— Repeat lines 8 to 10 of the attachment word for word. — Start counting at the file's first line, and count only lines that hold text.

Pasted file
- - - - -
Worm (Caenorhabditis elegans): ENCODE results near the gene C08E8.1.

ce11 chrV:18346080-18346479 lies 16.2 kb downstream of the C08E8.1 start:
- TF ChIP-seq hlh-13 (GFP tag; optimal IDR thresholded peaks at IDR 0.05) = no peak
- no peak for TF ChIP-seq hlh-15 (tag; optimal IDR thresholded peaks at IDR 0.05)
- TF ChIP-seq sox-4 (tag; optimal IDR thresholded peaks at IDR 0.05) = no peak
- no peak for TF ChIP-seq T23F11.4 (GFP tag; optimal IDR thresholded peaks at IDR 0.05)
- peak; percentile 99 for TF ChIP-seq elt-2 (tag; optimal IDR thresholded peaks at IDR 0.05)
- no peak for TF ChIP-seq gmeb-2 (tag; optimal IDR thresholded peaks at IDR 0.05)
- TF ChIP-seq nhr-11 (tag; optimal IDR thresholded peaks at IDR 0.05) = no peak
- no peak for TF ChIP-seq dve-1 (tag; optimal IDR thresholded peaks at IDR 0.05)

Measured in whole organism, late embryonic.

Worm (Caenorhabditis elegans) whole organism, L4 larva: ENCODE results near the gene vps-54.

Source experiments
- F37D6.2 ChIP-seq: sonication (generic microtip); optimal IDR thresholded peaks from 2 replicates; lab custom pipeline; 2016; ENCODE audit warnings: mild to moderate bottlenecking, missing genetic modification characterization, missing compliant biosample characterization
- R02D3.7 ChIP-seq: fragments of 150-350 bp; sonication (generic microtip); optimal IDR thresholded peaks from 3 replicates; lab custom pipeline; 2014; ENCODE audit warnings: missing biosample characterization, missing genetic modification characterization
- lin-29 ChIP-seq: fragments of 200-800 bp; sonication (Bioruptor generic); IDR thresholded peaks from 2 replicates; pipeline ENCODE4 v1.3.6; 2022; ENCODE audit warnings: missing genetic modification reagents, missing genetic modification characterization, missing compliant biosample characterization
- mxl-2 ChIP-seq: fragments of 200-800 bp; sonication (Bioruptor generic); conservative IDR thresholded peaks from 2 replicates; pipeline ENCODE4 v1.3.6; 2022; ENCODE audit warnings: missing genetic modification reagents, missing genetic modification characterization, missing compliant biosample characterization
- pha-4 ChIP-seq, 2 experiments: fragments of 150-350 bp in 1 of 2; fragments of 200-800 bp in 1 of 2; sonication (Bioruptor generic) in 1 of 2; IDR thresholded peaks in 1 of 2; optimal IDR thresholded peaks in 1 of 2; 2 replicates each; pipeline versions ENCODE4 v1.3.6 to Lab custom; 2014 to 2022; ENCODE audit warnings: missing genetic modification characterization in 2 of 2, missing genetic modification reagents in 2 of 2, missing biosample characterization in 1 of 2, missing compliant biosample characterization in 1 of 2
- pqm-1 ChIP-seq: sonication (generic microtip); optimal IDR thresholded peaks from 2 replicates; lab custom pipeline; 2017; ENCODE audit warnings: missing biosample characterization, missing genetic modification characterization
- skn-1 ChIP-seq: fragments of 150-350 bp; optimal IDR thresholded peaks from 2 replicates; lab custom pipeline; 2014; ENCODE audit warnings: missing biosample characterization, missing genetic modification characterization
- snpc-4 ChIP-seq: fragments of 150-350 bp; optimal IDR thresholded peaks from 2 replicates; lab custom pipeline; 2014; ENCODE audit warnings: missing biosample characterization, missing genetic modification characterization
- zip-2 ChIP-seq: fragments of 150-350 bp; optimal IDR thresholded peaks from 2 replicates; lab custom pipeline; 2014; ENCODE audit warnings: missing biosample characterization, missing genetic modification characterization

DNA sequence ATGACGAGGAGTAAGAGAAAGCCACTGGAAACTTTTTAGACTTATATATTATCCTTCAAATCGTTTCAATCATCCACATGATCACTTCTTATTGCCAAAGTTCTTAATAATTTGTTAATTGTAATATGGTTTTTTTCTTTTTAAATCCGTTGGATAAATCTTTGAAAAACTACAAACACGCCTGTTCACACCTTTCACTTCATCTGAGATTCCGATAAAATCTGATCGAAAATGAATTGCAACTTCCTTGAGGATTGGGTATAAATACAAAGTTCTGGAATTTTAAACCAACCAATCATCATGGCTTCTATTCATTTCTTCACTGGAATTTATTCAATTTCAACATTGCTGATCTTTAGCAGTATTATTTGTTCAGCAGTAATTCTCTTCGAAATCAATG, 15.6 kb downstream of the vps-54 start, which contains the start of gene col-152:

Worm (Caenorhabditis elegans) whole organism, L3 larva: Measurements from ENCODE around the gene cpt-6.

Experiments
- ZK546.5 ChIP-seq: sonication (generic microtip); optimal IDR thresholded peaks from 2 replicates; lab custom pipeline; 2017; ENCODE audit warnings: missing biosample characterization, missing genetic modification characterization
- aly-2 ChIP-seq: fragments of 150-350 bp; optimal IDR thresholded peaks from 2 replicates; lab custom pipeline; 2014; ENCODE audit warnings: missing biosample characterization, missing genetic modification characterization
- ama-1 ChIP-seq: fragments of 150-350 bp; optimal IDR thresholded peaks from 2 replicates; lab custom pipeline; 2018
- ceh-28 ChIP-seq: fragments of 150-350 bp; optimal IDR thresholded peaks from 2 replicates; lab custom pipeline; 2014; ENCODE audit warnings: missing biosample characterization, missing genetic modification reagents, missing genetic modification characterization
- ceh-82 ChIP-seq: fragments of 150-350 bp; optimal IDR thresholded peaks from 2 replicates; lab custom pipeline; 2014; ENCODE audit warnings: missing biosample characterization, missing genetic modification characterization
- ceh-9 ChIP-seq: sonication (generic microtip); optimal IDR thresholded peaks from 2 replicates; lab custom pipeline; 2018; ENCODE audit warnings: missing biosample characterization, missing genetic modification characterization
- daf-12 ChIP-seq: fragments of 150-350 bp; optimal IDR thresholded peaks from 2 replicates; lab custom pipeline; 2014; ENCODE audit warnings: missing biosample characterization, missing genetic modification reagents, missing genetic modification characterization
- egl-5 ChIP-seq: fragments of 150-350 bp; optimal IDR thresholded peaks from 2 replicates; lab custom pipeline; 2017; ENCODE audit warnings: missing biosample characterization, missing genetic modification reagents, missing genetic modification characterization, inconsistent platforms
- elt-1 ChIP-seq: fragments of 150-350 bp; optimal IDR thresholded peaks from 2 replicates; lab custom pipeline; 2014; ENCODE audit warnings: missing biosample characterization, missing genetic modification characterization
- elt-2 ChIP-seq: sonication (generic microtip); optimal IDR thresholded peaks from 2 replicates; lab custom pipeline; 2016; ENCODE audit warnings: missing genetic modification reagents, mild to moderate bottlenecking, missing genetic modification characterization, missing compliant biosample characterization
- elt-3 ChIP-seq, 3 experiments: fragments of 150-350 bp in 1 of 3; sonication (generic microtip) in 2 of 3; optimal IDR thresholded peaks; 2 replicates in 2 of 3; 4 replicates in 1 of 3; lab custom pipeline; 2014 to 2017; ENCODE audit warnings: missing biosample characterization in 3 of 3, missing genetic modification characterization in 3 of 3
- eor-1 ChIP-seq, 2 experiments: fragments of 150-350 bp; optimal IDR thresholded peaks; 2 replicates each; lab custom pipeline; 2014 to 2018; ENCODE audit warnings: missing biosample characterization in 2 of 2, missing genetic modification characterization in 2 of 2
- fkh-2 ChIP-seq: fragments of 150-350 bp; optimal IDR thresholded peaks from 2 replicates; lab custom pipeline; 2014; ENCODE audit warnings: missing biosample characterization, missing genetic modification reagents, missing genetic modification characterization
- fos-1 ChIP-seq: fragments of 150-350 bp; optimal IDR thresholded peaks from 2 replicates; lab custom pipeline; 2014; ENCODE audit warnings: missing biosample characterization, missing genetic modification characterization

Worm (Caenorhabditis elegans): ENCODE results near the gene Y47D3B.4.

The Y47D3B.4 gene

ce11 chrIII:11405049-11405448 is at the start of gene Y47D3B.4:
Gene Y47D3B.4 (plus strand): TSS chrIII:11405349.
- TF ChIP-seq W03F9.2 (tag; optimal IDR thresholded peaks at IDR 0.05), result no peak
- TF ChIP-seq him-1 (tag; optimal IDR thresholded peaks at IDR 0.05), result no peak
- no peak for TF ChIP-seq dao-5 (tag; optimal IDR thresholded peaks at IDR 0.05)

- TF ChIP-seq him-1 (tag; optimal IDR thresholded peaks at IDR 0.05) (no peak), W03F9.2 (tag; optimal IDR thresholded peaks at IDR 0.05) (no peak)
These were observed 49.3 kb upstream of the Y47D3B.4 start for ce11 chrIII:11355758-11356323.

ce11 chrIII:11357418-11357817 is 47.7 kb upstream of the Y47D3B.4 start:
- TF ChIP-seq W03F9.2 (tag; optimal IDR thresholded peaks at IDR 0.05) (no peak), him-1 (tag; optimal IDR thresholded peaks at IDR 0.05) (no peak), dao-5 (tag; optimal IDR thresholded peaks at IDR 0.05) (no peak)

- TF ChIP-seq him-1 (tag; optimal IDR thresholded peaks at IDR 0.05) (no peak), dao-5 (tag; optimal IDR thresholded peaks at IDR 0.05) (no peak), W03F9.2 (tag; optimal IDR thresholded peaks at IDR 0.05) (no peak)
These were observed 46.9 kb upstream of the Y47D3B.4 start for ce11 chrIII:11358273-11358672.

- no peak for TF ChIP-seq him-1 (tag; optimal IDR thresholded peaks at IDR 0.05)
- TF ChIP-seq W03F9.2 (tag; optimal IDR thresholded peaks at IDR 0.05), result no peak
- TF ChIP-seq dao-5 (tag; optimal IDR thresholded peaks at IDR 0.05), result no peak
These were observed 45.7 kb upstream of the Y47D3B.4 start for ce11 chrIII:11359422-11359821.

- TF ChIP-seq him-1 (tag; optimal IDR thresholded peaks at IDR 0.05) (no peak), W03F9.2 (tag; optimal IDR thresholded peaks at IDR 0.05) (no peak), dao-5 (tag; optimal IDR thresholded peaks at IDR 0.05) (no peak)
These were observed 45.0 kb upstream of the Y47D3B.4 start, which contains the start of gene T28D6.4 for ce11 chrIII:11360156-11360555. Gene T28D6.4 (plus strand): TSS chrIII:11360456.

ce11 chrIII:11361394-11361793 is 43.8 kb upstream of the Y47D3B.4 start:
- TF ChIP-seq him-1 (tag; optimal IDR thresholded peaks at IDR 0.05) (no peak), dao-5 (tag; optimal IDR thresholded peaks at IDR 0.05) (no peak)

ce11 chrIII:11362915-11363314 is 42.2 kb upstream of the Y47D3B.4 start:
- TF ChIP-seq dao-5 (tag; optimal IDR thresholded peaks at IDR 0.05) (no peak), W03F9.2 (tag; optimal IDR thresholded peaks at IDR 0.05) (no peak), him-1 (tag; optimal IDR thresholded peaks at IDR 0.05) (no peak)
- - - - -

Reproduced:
- no peak for TF ChIP-seq gmeb-2 (tag; optimal IDR thresholded peaks at IDR 0.05)
- TF ChIP-seq nhr-11 (tag; optimal IDR thresholded peaks at IDR 0.05) = no peak
- no peak for TF ChIP-seq dve-1 (tag; optimal IDR thresholded peaks at IDR 0.05)